Wall Street Journal writer Kirk Maltais reported this week that, "Plummeting energy demand during the coronavirus pandemic has decimated the ethanol industry. The timing for U.S. farmers couldn’t be worse."
A report earlier this month from USDA’s Economic Research Service (ERS) (“Global Ethanol Mandates: Opportunities for U.S. Exports of Ethanol and DDGS,” by Jayson Beckman and Getachew Nigatu) noted that, “The increased use of ethanol globally could provide strong and diverse export market opportunities for U.S. ethanol and ethanol byproducts.” Parts of the ERS report are highlighted in this update.
The ERS report noted that, “The United States is the world’s largest producer of ethanol. Although most U.S.-produced ethanol is consumed domestically, the United States exported 1.05 billion gallons of ethanol in 2016, the second-highest amount on record.”
“The opportunity to export stems partly from ethanol plant capacity exceeding blend wall limits (the physical limit to how much ethanol can be blended with gasoline). In 2016, production capacity at U.S. plants was almost 16 billion gallons, about 1.6 billion gallons more than 2016 domestic consumption (fig. 2).”
Beckman and NIgatu explained that, “As domestic consumption is constrained by the blend wall, as well as by the limit on the amount of corn-based ethanol that can be applied to the ethanol mandate under RFS2, U.S. ethanol producers have found abundant export opportunities. In 2015, U.S. ethanol was exported to more than 50 countries. And in the past 5 years, more than 100 countries have imported U.S. fuel ethanol.
If major economies start implementing their existing target blend rates, U.S. ethanol producers would have much larger foreign market opportunities, as domestic production in some countries (e.g., China and India) may not be sufficient to meet the required ethanol levels.
“Traditionally, Canada, Brazil, and the EU were the main importers of U.S. ethanol. Today, Canada continues to be the leading destination for U.S. ethanol exports, with a 32-percent share in 2014-16 (fig. 14). Brazil’s share of exports dropped in 2012-15, when the price of gasoline compared to ethanol fell, but rose again in 2016. However, Brazil introduced a tariff-rate quota (TRQ) on ethanol imports in August 2017, which could impact U.S. exports. In 2016, the U.S. exported 267 million gallons of ethanol to Brazil; however, the TRQ would apply a 20-percent tariff on Brazilian imports above 159 million gallons. After the EU imposed an antidumping duty on U.S ethanol imports for 5 years starting in 2013, U.S. ethanol exports to the EU fell from a 25-percent share in 2010-12 to around 4 percent in 2014-16.”
The ERS report indicated that, “The amount of U.S. ethanol exported to other countries has increased between 2010-12 and 2014-16. The top 10 in 2014-16 were China, the Philippines, India, South Korea, the United Arab Emirates, Mexico, Peru, Jamaica, Nigeria, and Singapore. Some may not have blending mandates or targets, but use ethanol as an additive to increase octane in gasoline. Some may be importing ethanol for nonfuel uses, even when the product shipped is identified as fuel ethanol.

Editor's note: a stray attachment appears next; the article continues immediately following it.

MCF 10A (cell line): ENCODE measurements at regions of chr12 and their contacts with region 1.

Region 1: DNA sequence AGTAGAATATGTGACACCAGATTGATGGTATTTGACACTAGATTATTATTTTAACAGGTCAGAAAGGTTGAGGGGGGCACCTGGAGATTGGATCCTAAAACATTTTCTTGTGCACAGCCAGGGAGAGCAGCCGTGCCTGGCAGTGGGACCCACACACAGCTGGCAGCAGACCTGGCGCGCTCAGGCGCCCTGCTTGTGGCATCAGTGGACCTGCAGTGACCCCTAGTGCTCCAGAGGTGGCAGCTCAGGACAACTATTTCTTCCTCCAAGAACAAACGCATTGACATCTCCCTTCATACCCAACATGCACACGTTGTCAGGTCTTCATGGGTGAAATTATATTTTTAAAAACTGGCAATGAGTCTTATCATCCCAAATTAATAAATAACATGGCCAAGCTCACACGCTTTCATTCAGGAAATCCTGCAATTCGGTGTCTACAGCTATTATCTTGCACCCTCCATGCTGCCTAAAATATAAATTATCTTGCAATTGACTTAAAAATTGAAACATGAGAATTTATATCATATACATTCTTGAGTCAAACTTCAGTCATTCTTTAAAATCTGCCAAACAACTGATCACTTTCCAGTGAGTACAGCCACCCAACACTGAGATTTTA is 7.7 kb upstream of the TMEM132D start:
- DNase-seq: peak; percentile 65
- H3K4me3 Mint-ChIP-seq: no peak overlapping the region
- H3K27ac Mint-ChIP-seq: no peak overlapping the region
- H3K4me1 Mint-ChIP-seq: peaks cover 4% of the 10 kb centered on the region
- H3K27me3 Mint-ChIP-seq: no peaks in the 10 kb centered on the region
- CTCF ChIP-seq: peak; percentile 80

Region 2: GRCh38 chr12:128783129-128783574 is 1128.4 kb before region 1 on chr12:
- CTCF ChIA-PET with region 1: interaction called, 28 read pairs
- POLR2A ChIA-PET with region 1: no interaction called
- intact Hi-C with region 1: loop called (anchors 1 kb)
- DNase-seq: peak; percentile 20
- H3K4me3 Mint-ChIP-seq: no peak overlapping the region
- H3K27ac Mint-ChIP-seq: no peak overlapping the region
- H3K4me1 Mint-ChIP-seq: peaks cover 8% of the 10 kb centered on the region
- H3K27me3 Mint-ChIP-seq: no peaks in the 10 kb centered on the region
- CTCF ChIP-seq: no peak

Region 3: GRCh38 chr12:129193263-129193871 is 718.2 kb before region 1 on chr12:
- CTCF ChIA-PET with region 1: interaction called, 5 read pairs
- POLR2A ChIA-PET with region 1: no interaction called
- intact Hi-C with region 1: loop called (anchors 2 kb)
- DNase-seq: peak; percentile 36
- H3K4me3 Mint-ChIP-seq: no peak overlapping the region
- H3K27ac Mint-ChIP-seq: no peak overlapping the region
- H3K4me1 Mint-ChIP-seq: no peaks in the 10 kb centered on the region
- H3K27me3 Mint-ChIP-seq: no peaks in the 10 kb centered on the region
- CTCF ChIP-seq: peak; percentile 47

“An increase in global demand for ethanol and the opening of borders could lead to export opportunities for the United States.
However, two factors could limit the ability of the United States to increase the rate of exports: ethanol plant capacity and feedstock availability.
“U.S ethanol plants have been operating at more than 90 percent of capacity since 2013 (fig. 3), so short-term expansion could be limited. However, given the rapid expansion that took place in 2006-08, growth in the number of ethanol plants is possible if the mandate is increased or if the export market is attractive. Then the question of feedstock availability comes into play. In 2016, 38 percent of U.S. corn production was used for feed and residual, 15 percent for export, and 38 for feedstocks for ethanol production. If corn production remains constant, further expansion of ethanol production could be achieved by increasing the share going to ethanol production, improving efficiency, or using stocks. An increase in the availability of DDGS for animal feed could partially offset a reduction in the amount of corn used for feed.”
This month’s report also pointed out that, “Adoption of adverse trade policies, such as the 30-percent tariff imposed in China or the recent Brazilian ethanol TRQ, could also restrict U.S. exports. And the United States could face fierce competition for export markets, particularly from Brazil, the second-biggest producer and exporter of fuel ethanol.”
In conclusion, the ERS report stated that, “Favorable market conditions and government policies led to a large global expansion in ethanol production from 2001-10. Although much of this growth was in Brazil, the European Union, and the United States, these regions have experienced a slowing rate of production growth caused by policy changes and infrastructure limitations.
At the same time, 26 other countries have implemented blending mandates, although most have not met them. If these countries actively strive to fulfill their mandates, strong export market opportunities for U.S. ethanol could be possible, assuming that the United States can sufficiently expand production.
“At the same time, the blend wall has become a real presence in the United States, limiting how much ethanol can be consumed. Stagnant domestic growth could present further export opportunities.”